Nerida Jelinek: (21:55) And it takes more and more and more and more to get the desired effect. But then I can eat chocolate until I was feeling sick and it still didn't give me the boost that would last. I'd eat two blocks of, two family blocks of chocolate. Buying them at the supermarket, oh look, my brains telling me they're on special, we can get two and we'll make it last two weeks. We get home from the shops, we put it in the fridge and an hour later we’re going whoa well let's just have a little bit. So I break off a little bit, put it in a bowl, go back and sit down, devour that and then you did the one block, you think “Oh I may as well eat the second now. I've blown it with the whole block, I may as well do the two.


Dr Lucy Burns: (22:36) Totally darling, I remember doing this. I’d stop at the servo, the petrol station to get you know fuel for the car and they're just dynamo for anybody who's sugar addicted.          


Nerida Jelinek: (22:48) Your brain tells you, two for one, you know. You grab it and go and eat it before anyone sees you. 


Dr Lucy Burns: (22:56) Yes, absolutely. Eat the first one before you get home. And then you'd say to yourself, “Oh, might as well have the second one now”. It's so easy to happen and it's so easy to fall in the trap, but I guess the thing that happens now is that you're not losing anything. Sugar steals, you know for many people it steals their joy. In fact for you, it absolutely stole your joy, your very reason for being and you are living your life without medication. You know you weren't cured by medication you didn't actually have…


Nerida Jelinek: (23:31) Well medication masked the problem.


Dr Lucy Burns: (23:33) Yeah. And so, so you know a lot of people do have some serotonin related issues. But you're right the SSRIs for a lot of people are masking, but they fix the, fix the depression. Like you would have felt better when you're on them, but they're not treating the root cause.


Nerida Jelinek: (23:52) No, no and so every now and again, a doctor would say oh you know you need to give your body a rest, and I’d try and go off them, but just bang, you know, sort of back on them and back on the strong antidepressants again, so it was just a cycle over 20-23 years or whatever it was. I've been on antidepressant medication, I’d try and get off every now and again and I'm looking for trees along you know along my route to run into. What tree can I go into? Back on the medication again and now I know, you know, and it doesn't matter whether it's sweet or savoury carbs I eat, gets me hooked back in and the next thing I know, you know, and that's when I realised what was happening. I was driving, looking checking out the trees which tree would be the right one to drive into. And I’d think, “Oh my god, I’m back here again”.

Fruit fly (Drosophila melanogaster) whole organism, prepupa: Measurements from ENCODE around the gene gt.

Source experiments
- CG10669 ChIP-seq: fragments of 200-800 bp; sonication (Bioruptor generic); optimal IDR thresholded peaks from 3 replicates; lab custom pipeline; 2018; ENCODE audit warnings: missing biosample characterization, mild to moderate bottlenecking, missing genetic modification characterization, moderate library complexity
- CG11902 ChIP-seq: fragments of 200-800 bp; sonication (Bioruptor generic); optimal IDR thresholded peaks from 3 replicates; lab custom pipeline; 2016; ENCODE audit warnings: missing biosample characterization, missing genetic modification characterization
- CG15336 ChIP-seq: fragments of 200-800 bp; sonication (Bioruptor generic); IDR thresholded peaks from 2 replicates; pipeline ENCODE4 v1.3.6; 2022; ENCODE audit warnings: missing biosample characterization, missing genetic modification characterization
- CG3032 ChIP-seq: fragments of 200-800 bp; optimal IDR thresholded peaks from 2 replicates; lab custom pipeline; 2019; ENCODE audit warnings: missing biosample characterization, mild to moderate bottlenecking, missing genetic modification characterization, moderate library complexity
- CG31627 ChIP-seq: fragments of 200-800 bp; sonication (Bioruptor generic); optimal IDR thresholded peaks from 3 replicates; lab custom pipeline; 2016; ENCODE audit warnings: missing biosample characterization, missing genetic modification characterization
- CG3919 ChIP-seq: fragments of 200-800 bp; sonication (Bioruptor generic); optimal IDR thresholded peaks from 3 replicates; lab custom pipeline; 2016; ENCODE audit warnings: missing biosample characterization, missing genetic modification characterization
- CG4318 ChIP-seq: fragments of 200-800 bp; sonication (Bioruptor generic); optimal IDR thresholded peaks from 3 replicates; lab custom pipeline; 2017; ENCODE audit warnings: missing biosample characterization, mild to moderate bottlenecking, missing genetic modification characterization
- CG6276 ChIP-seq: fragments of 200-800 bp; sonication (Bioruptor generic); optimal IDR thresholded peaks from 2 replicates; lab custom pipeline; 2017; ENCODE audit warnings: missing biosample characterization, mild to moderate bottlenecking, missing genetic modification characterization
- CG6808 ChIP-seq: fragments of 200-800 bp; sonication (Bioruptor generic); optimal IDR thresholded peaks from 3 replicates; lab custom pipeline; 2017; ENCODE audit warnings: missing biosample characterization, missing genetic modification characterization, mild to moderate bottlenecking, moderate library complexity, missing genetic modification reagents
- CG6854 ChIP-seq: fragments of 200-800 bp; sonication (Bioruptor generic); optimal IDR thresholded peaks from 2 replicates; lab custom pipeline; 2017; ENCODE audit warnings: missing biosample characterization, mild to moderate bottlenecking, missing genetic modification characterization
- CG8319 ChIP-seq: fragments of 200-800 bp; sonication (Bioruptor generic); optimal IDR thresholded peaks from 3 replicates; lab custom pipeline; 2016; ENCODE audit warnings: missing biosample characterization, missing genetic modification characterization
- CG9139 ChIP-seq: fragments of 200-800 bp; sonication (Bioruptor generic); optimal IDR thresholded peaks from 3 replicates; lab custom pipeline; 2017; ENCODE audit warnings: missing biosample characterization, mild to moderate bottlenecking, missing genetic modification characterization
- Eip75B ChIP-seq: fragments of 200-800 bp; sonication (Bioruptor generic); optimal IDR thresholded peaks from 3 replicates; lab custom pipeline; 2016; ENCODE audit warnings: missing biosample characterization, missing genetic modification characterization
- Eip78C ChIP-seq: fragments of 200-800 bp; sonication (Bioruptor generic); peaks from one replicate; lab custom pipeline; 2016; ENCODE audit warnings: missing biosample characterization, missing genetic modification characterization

Yes, yes. It's a significant sort of disordered thinking, isn't it when your brain starts entertaining that idea? And yeah, absolutely. So these days Nerida, these days now that you know that you're, you know, feeling wonderful, what does life look like for you now?


Nerida Jelinek: (25:02) Well, I don't wake up wishing that wasn't waking up. I go to work, I'm a happier person, I'm laughing more. And, you know, it's because I like to laugh. Who doesn’t?

Dr Lucy Burns: (25:12) Wonderful.

Nerida Jelinek: (25:13) But I wasn't, you know, I'd stopped. So, you know, I'd like, you know, there are more things I'd like in my life. I live in a small country town so it's not necessarily going to happen here, but I now am okay about looking forward to the future. And, you know, being in a place where I can retire and pack up and travel the country or do whatever. So, you know, I have more clarity. I have dreams, I can dream and, and not just, you know, think, “Oh, God, how many more years of this crap have I got?” Now I'm looking forward, and I'm getting excited about what else can happen? You know, I'm open to experiences.


Dr Lucy Burns: (25:55) Oh, I love that. What an amazing turnaround. I think that you know, and again, I cannot emphasise how much sugar stole from you. 


Nerida Jelinek: (26:05) For years.